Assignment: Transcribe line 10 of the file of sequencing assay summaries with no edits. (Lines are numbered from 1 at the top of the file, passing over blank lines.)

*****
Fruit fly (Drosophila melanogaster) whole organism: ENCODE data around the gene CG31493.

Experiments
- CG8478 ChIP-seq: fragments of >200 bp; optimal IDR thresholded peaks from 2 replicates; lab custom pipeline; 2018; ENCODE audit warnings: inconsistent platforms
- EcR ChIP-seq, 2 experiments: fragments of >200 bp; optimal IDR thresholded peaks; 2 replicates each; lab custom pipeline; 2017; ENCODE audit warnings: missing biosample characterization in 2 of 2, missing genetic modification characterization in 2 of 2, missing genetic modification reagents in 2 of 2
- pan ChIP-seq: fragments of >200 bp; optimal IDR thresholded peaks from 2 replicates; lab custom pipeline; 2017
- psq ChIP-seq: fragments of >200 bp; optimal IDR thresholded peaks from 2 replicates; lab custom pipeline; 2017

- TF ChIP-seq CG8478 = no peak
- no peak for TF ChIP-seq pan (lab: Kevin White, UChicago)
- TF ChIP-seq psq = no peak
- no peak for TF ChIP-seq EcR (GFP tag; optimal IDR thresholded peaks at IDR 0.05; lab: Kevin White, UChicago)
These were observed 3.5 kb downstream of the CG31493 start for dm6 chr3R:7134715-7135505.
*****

- no peak for TF ChIP-seq EcR (GFP tag; optimal IDR thresholded peaks at IDR 0.05; lab: Kevin White, UChicago)